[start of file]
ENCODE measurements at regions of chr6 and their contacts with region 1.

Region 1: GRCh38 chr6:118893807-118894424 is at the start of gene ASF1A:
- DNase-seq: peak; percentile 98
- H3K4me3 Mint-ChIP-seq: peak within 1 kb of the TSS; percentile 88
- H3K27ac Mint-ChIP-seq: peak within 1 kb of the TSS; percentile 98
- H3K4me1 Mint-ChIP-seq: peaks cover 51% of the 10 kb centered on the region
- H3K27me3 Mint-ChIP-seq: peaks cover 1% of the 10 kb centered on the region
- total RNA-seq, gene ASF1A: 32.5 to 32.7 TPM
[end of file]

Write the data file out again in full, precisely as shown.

ENCODE measurements at regions of chr6 and their contacts with region 1.

Region 1: GRCh38 chr6:118893807-118894424 is at the start of gene ASF1A:
- DNase-seq: peak; percentile 98
- H3K4me3 Mint-ChIP-seq: peak within 1 kb of the TSS; percentile 88
- H3K27ac Mint-ChIP-seq: peak within 1 kb of the TSS; percentile 98
- H3K4me1 Mint-ChIP-seq: peaks cover 51% of the 10 kb centered on the region
- H3K27me3 Mint-ChIP-seq: peaks cover 1% of the 10 kb centered on the region
- total RNA-seq, gene ASF1A: 32.5 to 32.7 TPM